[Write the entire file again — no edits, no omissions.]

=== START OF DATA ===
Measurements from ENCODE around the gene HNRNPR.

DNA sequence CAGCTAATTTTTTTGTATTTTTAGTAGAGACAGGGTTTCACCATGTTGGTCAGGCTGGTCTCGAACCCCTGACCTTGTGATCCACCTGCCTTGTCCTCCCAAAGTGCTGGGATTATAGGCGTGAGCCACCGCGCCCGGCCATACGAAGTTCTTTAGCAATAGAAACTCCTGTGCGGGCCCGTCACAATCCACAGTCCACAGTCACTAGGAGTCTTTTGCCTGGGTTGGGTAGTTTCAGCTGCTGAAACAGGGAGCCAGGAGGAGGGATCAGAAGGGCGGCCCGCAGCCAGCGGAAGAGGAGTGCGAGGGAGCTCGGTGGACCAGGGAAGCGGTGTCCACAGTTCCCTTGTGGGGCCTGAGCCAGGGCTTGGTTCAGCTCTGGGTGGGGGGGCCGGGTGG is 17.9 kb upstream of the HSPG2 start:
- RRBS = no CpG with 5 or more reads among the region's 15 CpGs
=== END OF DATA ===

Measurements from ENCODE around the gene HNRNPR.

DNA sequence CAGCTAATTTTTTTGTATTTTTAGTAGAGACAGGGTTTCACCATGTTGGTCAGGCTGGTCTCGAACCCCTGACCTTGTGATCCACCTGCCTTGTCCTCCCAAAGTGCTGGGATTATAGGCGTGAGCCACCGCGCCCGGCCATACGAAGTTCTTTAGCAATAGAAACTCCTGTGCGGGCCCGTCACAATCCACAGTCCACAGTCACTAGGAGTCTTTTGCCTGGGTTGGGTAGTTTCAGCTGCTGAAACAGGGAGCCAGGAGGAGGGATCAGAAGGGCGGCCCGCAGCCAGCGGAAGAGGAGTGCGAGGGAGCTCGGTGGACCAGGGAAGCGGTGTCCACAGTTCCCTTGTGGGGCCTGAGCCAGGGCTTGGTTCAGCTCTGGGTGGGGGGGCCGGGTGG is 17.9 kb upstream of the HSPG2 start:
- RRBS = no CpG with 5 or more reads among the region's 15 CpGs